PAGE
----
On Saturday night, a Canadian National Railway (CN) train with 100 tank cars of crude oil derailed about 80 kilometers south of Timmins, Ontario. The derailment was on the CN mainline, in an area inaccessible by road. 29 cars jumped the track, and seven were still burning the following afternoon. An unknown amount of oil was spilled.
Yesterday, twenty five cars of a 109 car CSX train derailed in Adena Village in Fayette County, West Virginia. At least one car ended up in the Kanawha River, while another slammed into a house. At least fourteen cars caught fire, and some exploded. Kelley Gillenwater, a spokeswoman for the state Department of Environmental Protection (DEP), said that the DEP was told the train was carrying “crude oil and possibly other materials.”
Unfortunately, exploding trains are becoming more commonplace. Last July, we wrote about the increase of oil train explosions over the last few years, and followed up a couple weeks later with an article about the proposed DOT regulations and why, in our opinion, they didn’t really address the issues either in the short term or as long term solutions.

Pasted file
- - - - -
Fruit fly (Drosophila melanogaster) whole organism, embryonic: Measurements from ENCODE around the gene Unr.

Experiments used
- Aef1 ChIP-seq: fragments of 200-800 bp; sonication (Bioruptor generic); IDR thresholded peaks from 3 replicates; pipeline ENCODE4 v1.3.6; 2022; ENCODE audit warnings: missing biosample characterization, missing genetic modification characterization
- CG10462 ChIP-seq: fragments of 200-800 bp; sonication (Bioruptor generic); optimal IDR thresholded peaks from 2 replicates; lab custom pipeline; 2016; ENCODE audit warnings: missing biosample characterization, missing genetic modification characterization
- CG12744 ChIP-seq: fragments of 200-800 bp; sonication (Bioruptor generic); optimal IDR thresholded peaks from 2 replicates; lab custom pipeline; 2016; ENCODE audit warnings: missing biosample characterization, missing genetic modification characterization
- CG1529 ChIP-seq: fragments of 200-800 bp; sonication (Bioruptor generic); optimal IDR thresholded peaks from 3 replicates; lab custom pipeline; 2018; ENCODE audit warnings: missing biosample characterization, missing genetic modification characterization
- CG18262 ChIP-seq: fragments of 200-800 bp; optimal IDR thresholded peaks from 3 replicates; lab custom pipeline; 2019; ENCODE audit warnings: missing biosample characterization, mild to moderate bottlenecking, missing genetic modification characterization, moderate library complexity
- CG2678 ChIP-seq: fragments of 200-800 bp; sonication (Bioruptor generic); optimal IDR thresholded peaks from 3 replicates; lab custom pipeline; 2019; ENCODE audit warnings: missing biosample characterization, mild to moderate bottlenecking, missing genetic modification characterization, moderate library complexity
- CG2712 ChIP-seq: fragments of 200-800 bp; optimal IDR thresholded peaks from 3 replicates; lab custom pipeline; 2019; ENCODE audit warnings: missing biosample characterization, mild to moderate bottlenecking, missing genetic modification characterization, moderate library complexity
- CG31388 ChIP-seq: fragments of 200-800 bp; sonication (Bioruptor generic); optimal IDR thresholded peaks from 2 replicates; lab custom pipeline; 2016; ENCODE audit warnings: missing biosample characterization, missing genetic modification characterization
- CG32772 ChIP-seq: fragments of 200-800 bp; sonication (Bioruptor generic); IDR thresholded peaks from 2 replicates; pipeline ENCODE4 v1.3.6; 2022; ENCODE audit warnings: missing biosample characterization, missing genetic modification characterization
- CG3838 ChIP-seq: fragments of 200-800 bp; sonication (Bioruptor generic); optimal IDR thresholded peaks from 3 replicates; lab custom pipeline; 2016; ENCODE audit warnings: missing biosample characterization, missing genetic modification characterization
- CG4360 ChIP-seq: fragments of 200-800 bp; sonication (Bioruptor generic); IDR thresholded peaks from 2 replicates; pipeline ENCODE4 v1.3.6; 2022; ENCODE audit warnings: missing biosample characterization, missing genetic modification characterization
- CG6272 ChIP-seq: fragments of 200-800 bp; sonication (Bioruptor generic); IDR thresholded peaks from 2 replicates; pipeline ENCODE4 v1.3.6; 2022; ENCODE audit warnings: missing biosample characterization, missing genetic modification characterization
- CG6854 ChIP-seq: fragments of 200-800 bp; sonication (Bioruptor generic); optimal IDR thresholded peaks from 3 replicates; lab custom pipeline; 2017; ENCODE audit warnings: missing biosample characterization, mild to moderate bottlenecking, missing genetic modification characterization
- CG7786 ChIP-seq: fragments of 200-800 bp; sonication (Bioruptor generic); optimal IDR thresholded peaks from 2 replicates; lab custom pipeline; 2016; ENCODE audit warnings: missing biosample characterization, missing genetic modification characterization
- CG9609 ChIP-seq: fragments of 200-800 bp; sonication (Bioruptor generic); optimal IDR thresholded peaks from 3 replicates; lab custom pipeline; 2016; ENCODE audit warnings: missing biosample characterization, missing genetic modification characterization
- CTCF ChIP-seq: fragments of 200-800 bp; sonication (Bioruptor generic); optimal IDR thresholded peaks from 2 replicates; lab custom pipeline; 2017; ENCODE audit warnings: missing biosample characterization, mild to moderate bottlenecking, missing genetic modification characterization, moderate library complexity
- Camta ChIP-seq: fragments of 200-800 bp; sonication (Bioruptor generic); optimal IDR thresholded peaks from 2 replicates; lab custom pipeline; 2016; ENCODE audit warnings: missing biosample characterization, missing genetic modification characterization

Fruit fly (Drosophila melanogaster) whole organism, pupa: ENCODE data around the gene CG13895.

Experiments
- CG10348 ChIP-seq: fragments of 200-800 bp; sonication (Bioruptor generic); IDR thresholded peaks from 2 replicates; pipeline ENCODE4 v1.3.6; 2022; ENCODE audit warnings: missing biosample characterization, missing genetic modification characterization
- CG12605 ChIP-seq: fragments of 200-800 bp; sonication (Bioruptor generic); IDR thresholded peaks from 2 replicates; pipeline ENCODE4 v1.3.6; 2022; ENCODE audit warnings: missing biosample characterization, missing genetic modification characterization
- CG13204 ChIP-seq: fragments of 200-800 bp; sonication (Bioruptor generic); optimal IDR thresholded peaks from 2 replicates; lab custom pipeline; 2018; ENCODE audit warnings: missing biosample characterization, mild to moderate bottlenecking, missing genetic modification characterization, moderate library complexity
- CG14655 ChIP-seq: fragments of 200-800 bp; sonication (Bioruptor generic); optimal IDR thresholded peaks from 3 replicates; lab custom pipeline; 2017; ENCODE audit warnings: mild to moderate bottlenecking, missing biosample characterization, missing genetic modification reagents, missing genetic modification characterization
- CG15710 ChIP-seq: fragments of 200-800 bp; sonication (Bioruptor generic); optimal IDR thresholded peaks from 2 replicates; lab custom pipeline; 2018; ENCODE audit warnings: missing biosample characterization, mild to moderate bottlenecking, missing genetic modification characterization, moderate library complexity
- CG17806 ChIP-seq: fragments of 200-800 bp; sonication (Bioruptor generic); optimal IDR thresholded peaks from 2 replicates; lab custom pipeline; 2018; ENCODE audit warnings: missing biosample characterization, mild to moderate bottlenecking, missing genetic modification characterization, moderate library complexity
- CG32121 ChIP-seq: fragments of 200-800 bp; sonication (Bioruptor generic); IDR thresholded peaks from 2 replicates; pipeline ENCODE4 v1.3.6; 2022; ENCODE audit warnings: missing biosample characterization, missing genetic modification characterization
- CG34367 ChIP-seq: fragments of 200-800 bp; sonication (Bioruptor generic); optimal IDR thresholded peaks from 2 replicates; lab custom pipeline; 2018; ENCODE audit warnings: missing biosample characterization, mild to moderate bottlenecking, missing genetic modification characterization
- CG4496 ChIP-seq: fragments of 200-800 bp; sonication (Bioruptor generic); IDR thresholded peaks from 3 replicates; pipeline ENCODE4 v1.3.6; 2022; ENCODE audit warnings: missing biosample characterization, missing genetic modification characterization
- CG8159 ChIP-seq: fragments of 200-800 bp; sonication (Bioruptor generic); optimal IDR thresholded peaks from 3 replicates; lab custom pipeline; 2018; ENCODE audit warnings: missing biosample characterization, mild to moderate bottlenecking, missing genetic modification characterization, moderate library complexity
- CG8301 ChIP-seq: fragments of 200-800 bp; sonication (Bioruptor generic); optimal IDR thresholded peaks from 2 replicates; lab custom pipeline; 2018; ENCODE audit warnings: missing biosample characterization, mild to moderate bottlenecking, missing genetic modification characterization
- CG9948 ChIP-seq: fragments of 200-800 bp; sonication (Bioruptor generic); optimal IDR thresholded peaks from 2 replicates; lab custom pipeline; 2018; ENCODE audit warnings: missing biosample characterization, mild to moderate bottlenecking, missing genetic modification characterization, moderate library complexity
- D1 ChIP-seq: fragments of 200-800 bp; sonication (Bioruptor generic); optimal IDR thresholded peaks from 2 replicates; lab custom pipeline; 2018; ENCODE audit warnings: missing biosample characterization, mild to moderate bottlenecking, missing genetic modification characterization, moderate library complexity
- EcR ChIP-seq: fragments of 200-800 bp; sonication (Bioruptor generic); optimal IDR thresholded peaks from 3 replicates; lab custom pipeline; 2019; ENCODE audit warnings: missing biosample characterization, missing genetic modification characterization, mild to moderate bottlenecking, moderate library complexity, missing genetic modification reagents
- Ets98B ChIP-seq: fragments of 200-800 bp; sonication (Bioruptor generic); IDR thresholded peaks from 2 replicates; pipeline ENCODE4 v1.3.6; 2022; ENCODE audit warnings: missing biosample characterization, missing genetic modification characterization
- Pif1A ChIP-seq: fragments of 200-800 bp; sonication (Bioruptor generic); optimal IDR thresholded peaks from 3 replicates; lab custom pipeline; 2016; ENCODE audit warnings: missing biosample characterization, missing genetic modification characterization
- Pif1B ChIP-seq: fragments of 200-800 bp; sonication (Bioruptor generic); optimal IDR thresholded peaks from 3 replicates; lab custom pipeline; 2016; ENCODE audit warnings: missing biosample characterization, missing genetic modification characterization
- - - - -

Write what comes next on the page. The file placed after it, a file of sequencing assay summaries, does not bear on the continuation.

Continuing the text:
We expect to hear a lot of talk over the next few days from various people with ties to the petroleum industry saying that the trains were following all existing safety regulations (and by all appearances so far, they were), and this shows the need for an expanded pipeline system. However, this isn’t a viable solution either. As we’ve come to find out, all pipelines leak, and in many cases, do even more damage to the environment than the exploding trains do.
A recent study suggests that all the known Arctic and Canadian oil should stay in the ground if we are to keep the global rise in temperature to 2 degrees Centigrade between now and 2050. We have a surplus of oil on the world market at the present. With all the problems inherent in the current oil delivery systems, wouldn’t this be the logical time to greatly expand our reliance on clean and renewable energy, instead of when our backs are completely against the wall?